Hospice — between hospital and home
Hospice care can often be a net for the terminally ill and their families. Those who offer the program strive to restore the dignity of the patient going through the final stages of a terminal disease while alleviating some of the stress and grief of the families facing the imminent passing of a loved one.
Those at Smoky Mountain Home Health & Hospice (SMHHH) concentrate much of their efforts on providing care “in the home.”
“Hospice is an extensive health care program that offers physical, emotional and spiritual support for terminally ill patients and their families. It restores the hope and dignity often robbed of severely ill patients and focuses on the quality of life,” said Morgan Payne, with Smoky Mountain Home Health & Hospice.
Skilled doctors, nurses, nursing assistants, social workers, chaplains and volunteers work together to provide extra care for the special needs of those with terminal illnesses.
Just some of the hospice services offered through SMHHH include pain management, skilled nursing, physician and medical social services. Physical, speech, respiratory and infusion therapies are also offered. The facility provides respite care, bereavement and spiritual counseling for the family as well.
Smoky Mountain Home Health & Hospice provides medical directors on staff. A portion of the care includes personal follow-up visits for 13 months.
Every aspect of the patient’s day-to-day needs is met with this program. The patient and family learn through dietary counseling, for instance, the types of foods that will enhance the effects of the medications and which might be detrimental.
The facility provides education to fit each specific requirement and offers such basic necessities as medical supplies and equipment.
Smoky Mountain provides hospice aides and volunteers who, Payne says, is the backbone of the hospice team.
“They form close bonds with patients and family members, because patients often tell volunteers things they feel they can’t tell their loved ones. Family members may confide concerns to the volunteer that they’d rather not share with the terminally ill patient.
“When important things go unsaid, survivors may feel guilty for a long time. Volunteers open the way for people to talk honestly to each other,” said Payne.
The Center for Hospice Care recommends visiting patients. However, when the end of life is near, it may be best for only close family members and loved ones to visit.
The ‘quality’ of this time is very important, as it allows opportunities for shared joy, reconciliation and love to occur.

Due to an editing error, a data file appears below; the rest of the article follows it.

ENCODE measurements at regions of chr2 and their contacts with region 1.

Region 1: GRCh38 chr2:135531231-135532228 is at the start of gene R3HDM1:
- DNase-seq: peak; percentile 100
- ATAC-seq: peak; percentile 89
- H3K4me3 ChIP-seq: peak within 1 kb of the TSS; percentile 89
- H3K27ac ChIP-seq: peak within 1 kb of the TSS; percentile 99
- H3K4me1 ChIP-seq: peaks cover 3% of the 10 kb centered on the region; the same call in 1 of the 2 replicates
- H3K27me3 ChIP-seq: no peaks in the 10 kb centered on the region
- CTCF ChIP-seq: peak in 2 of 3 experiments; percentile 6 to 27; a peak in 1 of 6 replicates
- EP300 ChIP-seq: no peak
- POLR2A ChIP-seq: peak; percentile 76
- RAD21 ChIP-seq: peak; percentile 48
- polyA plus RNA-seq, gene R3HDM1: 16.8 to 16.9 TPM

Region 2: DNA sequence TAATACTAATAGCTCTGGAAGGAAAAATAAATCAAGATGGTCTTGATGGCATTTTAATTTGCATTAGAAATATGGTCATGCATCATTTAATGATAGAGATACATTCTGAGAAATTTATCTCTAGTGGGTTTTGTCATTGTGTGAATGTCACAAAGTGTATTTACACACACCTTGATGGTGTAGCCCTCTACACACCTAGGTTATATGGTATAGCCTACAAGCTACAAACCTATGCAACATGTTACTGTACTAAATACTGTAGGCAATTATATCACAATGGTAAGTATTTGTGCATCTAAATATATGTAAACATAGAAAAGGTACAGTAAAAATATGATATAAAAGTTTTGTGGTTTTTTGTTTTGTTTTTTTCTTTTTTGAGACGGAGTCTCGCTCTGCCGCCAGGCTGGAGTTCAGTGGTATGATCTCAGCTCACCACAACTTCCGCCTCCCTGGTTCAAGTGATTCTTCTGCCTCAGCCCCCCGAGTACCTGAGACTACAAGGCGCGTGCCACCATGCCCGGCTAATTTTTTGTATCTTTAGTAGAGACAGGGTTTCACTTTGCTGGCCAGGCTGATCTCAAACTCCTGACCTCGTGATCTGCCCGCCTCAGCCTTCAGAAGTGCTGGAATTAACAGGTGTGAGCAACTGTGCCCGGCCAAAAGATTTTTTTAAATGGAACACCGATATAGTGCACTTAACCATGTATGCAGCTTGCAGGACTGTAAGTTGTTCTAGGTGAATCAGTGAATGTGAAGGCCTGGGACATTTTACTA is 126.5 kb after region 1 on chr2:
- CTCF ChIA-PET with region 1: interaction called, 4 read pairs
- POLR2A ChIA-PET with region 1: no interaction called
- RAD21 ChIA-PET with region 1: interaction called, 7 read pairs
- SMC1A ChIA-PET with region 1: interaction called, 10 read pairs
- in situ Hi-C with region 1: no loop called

Often, gifts like flowers or sweet treats are fine for those able to converse and interact. If you are not sure, ask a caregiver, hospice aide or medical professional what might be appropriate. It never hurts to be sure, especially if the patient has respiratory or digestive issues.
Photographs of pets and people who are unable to visit can also be good choices.
Those able to read might like a book or magazine. Music can be an excellent gift for anyone except those with hearing problems.
Even in the last stages, when a patient is not fully conscious or able to speak, hearing a favorite piece of music can have a positive impact.
However, the Center recommends that the best gift you can bring is your companionship and conversation.
Those visiting loved ones in hospice worry about what topics might be off-limits. Many first-time visitors assume that conversation with a hospice patient will be awkward or stilted, or that the person they are visiting will be upset or distressed. This is not usually true, according to the Center.
“Most hospice patients have plenty to talk about. They might want to remember happier times you shared together, or want to know how other people are doing. They might want to make sure you haven’t forgotten a precious moment or tell you about a piece of family history,” states literature from the Center for Hospice Care.
Some visitors worry whether to bring children along. According to the Center, children should be included, in most cases.
“Although many parents have an understandable desire to shield their children from death, it is often better to include them. Talk to them in an age-appropriate way about what is happening and what is going to happen and let them see and talk to their love ones in hospice care,” states the literature.
It can be beneficial for the patients to have children to talk with, especially when it is an elderly person who is in hospice. The Center recommends bringing photographs from birthday parties and sports events. Allow the kids to talk to the patient “as naturally as possible.”
The literature does recommend that the parent stay in the room if visiting a very ill person. Make sure the children do not touch any medical equipment.
And, cut the visit short if the patient becomes sleepy or agitated.
Hospice services are reimbursable by Medicare, TennCare and most private insurance plans, once the patient meets eligibility requirements.
For more information about Smoky Mountain Home Health & Hospice or to volunteer, call 423-626-2622.